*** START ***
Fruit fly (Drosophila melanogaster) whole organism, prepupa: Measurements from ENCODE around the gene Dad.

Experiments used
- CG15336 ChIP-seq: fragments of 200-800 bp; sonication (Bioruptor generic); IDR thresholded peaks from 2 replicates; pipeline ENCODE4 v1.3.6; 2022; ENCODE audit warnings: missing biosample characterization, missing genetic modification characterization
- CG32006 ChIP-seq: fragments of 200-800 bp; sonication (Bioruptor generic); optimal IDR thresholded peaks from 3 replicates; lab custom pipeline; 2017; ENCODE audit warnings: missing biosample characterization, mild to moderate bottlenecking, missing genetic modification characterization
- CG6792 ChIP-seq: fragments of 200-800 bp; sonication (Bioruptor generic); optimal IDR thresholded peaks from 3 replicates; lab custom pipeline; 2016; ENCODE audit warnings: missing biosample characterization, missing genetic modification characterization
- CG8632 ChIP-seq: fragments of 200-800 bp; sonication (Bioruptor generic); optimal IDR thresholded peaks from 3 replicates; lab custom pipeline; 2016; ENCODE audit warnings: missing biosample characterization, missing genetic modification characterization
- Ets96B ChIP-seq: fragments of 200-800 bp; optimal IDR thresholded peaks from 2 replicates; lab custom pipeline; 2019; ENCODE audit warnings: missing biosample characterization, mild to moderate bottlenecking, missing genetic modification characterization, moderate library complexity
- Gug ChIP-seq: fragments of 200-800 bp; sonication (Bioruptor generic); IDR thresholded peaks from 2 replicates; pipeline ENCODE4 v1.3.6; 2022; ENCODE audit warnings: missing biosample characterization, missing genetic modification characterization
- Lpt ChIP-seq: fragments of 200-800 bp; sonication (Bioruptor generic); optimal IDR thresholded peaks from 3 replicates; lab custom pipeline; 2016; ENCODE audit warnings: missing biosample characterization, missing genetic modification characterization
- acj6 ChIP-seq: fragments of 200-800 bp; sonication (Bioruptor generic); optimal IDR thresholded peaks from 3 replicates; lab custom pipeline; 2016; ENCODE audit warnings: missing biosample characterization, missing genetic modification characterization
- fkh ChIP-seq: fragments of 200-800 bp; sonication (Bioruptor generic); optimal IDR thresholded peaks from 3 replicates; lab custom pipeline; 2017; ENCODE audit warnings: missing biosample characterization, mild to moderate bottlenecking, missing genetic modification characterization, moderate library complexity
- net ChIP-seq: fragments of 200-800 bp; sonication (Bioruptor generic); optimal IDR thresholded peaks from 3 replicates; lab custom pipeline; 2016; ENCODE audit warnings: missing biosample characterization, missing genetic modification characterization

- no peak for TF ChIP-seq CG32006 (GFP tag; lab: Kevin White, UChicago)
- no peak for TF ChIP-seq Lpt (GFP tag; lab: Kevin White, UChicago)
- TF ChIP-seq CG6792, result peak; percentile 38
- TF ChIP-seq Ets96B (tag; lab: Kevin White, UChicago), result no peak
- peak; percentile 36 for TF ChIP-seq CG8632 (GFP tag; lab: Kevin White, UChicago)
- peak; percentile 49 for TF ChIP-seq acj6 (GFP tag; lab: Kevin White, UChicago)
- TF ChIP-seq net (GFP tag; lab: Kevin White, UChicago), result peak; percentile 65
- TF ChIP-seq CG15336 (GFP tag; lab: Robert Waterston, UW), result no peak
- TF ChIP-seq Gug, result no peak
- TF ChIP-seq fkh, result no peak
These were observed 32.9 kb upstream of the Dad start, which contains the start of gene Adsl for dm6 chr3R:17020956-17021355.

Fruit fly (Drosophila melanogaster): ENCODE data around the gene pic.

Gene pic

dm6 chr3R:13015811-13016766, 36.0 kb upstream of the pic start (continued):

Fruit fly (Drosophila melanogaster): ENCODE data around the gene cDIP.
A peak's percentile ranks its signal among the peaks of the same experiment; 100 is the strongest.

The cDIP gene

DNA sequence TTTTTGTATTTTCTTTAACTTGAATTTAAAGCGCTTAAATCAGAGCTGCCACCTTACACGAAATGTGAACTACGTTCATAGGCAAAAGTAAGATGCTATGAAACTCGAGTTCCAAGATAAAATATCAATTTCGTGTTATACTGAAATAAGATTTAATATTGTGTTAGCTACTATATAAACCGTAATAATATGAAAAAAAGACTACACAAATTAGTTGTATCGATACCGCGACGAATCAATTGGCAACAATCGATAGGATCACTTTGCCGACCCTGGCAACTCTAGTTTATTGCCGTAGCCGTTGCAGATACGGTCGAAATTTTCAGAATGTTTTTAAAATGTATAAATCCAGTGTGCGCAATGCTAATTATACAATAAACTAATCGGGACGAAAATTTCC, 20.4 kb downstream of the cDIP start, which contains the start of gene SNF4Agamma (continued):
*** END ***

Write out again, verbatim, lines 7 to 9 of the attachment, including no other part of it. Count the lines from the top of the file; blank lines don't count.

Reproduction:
- Ets96B ChIP-seq: fragments of 200-800 bp; optimal IDR thresholded peaks from 2 replicates; lab custom pipeline; 2019; ENCODE audit warnings: missing biosample characterization, mild to moderate bottlenecking, missing genetic modification characterization, moderate library complexity
- Gug ChIP-seq: fragments of 200-800 bp; sonication (Bioruptor generic); IDR thresholded peaks from 2 replicates; pipeline ENCODE4 v1.3.6; 2022; ENCODE audit warnings: missing biosample characterization, missing genetic modification characterization
- Lpt ChIP-seq: fragments of 200-800 bp; sonication (Bioruptor generic); optimal IDR thresholded peaks from 3 replicates; lab custom pipeline; 2016; ENCODE audit warnings: missing biosample characterization, missing genetic modification characterization